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LALT


Lunar Geomorphology

1. Lunar topographic features

 Lunar surface is covered with a great number of craters excavated by impacts of relatively small sized bodies in the solar system. Secondary craters, crater chains, and grooves are also found around huge craters called impact basins. Domes, rills, pyrotic deposits, and other topographic or geologic features related to volcanic activities are also observed all over the Moon. Here we review lunar global topographies briefly.

 Lunar surface is generally divided into three types of terrains; the mare, highland, and South pole- Aitken basin. The mare regions are topographically low and observed easily as dark patches or areas even with naked eye. Circular mare was originally huge impact basin whose diameter was several hundred km or more. The dark pattern of mare covered with basalt, which erupted after several hundred million years of formation of the impact basin, is so conspicuous that people in the world identified it as a rabbit, crab, an old woman’s face, etc.

 However, the mare region covers only 17% of the whole lunar surface, and there are few mares on the far side of the Moon. Most of the lunar surface is covered by the terrain called highland which is older, brighter and higher than mare region (the highest position is on the farside of the Moon).

 Third terrain is the South pole-Aitken basin (SPA) which has diameter of about 2,500km and it expands from -20 degrees in latitude to the south pole on the far side. There is lunar lowest topography in this huge basin. SPA is also considered as an impact basin, but it is not perfectly filled with basaltic lave sheet differing from other circular mares. This feature may be caused from the relatively inactive volcanic activity due to low concentration of radioactive elements (U, Th, K, …) in the thicker crust compared with one of nearside. However, the cause of different crustal thickness between near and far side is not clearly revealed until now. Why and how such dichotomy appears is one of the main problems on the formation and evolution of the Moon as well as the Mars.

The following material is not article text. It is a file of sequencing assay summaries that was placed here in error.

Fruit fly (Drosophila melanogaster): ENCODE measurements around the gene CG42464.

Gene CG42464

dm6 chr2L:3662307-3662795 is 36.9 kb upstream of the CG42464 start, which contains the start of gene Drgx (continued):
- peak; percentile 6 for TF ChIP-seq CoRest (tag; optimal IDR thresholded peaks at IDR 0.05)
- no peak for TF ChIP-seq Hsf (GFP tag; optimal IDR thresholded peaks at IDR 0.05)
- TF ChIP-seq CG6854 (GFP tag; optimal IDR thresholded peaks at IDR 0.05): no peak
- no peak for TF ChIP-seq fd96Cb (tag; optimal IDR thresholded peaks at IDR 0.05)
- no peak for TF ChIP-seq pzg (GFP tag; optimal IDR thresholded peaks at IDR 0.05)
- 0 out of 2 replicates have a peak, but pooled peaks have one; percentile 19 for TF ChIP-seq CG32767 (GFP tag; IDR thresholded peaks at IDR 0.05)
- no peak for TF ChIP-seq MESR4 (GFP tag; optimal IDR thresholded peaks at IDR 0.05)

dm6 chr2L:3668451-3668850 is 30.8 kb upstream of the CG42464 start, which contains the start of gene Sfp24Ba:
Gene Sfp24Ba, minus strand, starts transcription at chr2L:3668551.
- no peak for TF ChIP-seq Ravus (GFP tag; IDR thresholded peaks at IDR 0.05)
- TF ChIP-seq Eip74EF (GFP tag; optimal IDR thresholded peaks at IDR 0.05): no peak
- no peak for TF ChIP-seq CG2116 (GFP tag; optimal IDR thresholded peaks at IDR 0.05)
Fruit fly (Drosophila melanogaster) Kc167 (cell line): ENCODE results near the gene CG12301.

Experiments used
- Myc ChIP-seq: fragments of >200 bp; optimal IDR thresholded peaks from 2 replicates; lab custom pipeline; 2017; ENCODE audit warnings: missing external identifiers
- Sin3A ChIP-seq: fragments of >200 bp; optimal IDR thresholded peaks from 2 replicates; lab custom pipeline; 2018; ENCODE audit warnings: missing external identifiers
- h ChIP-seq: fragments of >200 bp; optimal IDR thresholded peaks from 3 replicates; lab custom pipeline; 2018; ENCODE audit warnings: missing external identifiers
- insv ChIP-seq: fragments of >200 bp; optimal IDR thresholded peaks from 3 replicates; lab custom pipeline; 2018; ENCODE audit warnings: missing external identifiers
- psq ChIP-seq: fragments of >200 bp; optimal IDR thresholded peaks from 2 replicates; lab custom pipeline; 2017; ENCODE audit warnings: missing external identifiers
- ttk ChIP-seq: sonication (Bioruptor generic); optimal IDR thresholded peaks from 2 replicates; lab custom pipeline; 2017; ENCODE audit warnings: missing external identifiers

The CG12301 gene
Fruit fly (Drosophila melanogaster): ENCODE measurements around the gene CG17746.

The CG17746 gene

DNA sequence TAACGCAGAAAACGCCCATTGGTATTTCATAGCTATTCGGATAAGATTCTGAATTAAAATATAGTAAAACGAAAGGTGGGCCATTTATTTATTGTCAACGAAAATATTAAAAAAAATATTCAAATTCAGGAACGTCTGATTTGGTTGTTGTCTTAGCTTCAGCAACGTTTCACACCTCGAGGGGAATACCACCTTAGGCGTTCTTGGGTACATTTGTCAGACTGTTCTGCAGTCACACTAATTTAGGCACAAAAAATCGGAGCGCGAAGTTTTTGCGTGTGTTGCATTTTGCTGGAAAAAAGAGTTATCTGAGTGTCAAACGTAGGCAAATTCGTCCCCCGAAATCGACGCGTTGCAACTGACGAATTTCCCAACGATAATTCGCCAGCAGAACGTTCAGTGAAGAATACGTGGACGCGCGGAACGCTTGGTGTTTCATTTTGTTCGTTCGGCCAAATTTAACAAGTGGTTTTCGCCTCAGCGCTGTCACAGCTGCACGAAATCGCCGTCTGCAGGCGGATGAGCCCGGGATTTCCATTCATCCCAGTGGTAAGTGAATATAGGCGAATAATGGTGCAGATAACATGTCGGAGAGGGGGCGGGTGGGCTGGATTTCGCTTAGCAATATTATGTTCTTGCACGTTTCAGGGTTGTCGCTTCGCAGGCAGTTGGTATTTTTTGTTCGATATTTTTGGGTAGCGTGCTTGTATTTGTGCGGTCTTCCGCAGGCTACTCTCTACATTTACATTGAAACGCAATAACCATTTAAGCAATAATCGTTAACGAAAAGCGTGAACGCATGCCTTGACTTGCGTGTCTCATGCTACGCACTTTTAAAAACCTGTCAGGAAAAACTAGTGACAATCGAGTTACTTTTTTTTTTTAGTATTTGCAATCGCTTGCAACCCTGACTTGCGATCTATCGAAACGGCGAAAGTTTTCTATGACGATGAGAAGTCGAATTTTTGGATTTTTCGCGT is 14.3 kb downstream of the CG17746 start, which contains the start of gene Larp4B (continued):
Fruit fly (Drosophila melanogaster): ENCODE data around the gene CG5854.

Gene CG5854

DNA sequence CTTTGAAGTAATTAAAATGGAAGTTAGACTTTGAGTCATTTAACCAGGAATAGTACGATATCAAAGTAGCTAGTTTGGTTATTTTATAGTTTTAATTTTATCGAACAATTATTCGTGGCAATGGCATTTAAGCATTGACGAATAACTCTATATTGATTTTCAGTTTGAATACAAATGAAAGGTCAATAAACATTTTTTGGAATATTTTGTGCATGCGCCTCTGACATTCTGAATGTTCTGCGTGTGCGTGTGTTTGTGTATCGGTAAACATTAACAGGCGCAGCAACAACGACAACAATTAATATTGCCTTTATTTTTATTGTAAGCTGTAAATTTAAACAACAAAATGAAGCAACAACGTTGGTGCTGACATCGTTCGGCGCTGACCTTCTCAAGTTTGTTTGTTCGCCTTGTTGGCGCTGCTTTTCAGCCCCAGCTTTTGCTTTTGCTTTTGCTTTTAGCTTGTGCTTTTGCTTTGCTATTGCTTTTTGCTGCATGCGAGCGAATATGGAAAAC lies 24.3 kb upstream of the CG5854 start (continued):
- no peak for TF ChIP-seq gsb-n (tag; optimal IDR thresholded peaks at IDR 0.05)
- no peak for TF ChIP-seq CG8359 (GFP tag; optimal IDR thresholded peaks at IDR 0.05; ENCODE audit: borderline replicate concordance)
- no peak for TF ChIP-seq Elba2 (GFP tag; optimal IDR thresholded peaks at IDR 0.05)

2. Lunar figure

 The mean lunar radius is confirmed to be 1737.1357km by the topographic observation of KAGUYA-LALT. The radius is less than 1737.4km which has been used conventionally as the reference value for many years. The polar radius (1735.6604km) is about 2.2km less than equatorial radius (1737.9004km), thus the oblateness is 1/775.845, which is smaller than Earth’s value (1/298.257).It is known that there is an offset between the center of mass (COM) and the center of figure (COF) of the Moon in about 2 km since the beginning of the lunar exploration era. According to results of KAGUYA-LALT, COF is 1.93461 km away from the Earth toward the direction of (+202.40 deg.[lon.], +7.09 deg.[lat.]) compared to COM, roughly corresponding to the lunar highest position, which is considered to reflect the difference of the crustal thickness between near and far side of the Moon. Lunar oblateness and COM-COF offset give important clues to reveal when and how the lunar dichotomy is formed.

Development and operation of KAGUYA-LALT laser altimeter

 In April 2006, RISE project in National Astronomical Observatory of Japan successfully developed a laser altimeter called LALT for precise measurement of the lunar topography.